“Movement is life”
“Always be seeking to improve your position”
These two catch phrases stuck with me. Brett, our newest instructor and a recently retired Lt. from LASD mentioned to me in passing that this has always been the mantra at the Sheriffs dept.
Recently though thoughts have tended to move toward the idea of remaining static to improve accuracy, thereby reducing potential liability from errant shots.
Frankly I think this is an ill advised evolution.
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Accuracy is something that comes with dedication and practice. Accuracy suffers if the trainee is not adept to shooting on the move. Accuracy also suffers if they never bother to practice in the first place.
This may sound contradictory, but our goal in a gunfight is not to shoot our opponent. Our goal in a gunfight is to survive.
The most efficient means of surviving a gunfight usually involves putting enough lead into the threat to stop them while at the same time avoiding incoming rounds.
The last point is serious.
I may execute a perfect Mozambique drill on the bad guy and ultimately stop him, but if I stood still and allowed him to do the same to me, ultimately resulting in my demise what have I accomplished?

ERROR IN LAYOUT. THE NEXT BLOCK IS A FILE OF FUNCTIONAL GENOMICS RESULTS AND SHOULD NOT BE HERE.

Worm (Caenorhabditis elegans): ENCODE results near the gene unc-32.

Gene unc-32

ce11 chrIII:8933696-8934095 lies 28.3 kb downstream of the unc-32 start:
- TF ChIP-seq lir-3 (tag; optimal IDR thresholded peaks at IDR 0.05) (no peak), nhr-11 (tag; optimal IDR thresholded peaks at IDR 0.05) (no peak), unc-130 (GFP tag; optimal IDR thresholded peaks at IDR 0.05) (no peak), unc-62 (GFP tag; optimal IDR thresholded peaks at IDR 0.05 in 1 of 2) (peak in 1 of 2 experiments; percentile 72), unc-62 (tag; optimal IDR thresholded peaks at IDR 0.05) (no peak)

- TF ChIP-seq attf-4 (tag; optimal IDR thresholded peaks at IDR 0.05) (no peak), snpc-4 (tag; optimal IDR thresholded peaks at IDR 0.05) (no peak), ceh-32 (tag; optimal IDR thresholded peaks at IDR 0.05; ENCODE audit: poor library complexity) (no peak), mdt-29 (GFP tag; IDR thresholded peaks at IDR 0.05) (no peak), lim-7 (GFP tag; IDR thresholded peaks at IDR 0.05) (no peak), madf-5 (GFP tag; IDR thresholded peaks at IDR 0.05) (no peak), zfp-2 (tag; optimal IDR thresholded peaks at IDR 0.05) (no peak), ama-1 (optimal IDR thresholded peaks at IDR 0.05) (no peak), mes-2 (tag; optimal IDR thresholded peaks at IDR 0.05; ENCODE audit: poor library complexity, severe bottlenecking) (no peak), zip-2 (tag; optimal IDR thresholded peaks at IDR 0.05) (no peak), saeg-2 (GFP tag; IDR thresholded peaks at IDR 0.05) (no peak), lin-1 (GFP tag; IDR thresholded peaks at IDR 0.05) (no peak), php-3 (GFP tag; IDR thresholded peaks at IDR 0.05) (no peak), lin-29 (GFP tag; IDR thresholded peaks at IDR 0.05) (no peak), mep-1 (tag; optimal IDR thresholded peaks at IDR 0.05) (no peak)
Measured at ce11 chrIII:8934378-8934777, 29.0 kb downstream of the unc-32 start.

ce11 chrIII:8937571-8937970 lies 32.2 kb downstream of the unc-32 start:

Movement is life.
Every time I get off the “X” I pay into an insurance policy that has me as the beneficiary.
It is extremely difficult to hit a moving target.
Be a moving target.
Typically when someone is trying to get rounds onto a moving target they become static and focus less on their own movement and more on their shooting.
Works for me!
I’ll be moving to cover, and bad guy will be standing still shooting rounds in my direction.
Thanks for making my job easier and not moving pal.
“Always be seeking to improve your position.”
This should not be relegated to the moment of combat. Quite the contrary. I want to be at the most tactically “improved” position against a potential opponent before the opponent even shows himself.
When I walk into a building or a room I want to know where the exits are, and what type of people are in their with me.
Rarely am I going to be comfortable being blocked from exits, or being in a place where I do not know, or have any means of advanced waring that a threat has manifested.
Wild Bill Hickok felt this way every time he played poker. Until that one fateful day when it was not convenient for him to have his “gunfighters” seat at the table.
That decision ultimately cost him his life.
I will not survive a gunfight because my gun is more expensive than the other guy’s.
I will not survive a gunfight because I have superior clothing or gear.
I will survive a gunfight because I have superior tactics.